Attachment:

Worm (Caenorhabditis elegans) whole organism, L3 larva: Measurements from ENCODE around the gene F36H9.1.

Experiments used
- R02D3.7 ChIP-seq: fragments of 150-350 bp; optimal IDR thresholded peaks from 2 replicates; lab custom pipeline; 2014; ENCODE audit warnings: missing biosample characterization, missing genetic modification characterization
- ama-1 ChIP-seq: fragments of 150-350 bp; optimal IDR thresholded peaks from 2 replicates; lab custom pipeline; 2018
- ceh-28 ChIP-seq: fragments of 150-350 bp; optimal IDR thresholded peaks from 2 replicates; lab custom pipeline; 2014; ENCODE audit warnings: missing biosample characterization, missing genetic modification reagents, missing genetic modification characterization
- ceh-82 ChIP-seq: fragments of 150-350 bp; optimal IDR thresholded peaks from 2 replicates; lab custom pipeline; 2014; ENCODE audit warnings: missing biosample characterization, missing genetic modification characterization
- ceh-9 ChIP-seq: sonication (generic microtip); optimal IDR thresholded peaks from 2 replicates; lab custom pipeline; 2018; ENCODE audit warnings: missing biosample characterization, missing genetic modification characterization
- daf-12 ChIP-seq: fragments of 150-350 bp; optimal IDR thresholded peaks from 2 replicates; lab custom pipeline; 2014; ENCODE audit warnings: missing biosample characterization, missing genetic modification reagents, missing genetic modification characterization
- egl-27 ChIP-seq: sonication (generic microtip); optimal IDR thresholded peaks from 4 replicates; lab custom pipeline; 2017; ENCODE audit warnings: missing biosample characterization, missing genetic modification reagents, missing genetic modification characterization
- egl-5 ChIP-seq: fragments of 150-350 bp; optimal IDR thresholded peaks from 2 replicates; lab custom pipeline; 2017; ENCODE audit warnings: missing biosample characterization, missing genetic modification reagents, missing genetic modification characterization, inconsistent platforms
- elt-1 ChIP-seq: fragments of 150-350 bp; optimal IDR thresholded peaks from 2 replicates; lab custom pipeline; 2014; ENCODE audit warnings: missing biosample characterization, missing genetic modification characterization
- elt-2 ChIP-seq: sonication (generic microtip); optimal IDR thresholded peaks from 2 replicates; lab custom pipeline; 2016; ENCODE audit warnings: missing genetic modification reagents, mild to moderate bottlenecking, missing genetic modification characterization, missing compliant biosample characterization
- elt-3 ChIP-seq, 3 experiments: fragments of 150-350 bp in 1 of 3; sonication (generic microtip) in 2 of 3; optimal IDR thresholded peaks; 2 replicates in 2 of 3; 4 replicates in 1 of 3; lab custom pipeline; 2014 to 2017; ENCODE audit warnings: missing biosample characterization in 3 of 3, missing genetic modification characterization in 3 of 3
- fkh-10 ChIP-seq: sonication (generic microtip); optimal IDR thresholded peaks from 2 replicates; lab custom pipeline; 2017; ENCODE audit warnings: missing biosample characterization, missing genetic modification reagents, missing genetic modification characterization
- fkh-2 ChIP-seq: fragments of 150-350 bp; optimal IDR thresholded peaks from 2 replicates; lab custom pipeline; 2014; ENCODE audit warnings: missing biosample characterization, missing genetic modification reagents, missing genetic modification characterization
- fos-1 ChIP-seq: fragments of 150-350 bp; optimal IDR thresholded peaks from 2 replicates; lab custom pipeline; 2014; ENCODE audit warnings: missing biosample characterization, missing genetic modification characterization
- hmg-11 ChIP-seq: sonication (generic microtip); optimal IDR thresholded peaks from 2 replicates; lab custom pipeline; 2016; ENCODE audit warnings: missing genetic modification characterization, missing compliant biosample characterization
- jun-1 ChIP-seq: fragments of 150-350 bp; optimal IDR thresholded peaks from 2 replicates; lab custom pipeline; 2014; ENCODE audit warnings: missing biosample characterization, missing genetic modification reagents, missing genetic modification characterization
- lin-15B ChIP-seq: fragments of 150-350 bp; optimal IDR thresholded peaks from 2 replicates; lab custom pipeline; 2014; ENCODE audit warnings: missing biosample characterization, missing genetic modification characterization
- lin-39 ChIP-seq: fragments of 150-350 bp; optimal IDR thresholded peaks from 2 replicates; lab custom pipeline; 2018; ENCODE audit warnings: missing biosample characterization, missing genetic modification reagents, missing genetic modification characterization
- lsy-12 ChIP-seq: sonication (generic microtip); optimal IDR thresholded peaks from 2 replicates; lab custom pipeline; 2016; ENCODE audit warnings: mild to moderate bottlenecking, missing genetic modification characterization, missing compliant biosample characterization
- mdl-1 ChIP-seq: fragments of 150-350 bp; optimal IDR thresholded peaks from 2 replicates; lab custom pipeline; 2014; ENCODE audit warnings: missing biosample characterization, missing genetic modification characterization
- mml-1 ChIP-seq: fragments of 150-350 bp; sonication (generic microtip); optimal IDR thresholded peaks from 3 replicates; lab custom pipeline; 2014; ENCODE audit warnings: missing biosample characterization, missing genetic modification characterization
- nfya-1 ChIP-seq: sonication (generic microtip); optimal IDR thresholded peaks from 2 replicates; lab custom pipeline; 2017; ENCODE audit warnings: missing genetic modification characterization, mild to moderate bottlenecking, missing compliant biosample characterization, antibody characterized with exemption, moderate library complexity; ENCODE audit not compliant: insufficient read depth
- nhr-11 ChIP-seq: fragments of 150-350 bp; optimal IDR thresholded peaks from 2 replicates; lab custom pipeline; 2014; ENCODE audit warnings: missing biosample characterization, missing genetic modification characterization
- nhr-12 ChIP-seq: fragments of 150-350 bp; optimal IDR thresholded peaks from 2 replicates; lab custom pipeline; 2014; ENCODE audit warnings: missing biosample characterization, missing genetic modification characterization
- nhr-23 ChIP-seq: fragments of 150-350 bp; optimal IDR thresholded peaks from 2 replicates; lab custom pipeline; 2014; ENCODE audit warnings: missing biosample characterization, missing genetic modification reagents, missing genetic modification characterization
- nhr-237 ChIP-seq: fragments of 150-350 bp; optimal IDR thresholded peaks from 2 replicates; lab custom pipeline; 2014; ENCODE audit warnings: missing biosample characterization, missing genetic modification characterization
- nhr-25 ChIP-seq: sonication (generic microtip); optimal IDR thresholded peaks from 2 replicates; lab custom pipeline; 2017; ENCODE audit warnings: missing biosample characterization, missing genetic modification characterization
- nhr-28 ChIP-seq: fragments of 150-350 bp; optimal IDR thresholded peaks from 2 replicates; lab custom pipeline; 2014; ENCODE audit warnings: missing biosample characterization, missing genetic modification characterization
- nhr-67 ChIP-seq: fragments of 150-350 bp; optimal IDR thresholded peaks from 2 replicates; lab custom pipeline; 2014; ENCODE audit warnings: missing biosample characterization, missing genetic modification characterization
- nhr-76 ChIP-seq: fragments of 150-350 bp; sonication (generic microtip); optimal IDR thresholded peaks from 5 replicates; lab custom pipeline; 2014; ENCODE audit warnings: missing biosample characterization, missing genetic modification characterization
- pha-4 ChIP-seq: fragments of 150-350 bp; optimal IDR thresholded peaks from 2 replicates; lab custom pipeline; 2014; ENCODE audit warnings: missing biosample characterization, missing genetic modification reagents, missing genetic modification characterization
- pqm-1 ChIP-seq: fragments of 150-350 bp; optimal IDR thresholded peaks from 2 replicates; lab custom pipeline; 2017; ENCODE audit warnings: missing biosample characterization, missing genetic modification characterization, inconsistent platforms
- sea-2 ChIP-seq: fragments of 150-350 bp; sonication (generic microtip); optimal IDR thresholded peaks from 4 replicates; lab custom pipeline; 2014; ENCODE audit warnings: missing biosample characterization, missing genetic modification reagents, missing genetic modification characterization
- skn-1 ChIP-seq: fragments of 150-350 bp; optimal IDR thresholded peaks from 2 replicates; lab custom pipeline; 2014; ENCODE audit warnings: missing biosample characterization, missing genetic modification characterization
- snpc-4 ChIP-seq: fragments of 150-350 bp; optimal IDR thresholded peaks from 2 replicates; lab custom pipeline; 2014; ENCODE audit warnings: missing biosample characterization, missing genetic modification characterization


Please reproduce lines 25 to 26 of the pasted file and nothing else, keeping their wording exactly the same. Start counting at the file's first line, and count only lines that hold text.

- nhr-11 ChIP-seq: fragments of 150-350 bp; optimal IDR thresholded peaks from 2 replicates; lab custom pipeline; 2014; ENCODE audit warnings: missing biosample characterization, missing genetic modification characterization
- nhr-12 ChIP-seq: fragments of 150-350 bp; optimal IDR thresholded peaks from 2 replicates; lab custom pipeline; 2014; ENCODE audit warnings: missing biosample characterization, missing genetic modification characterization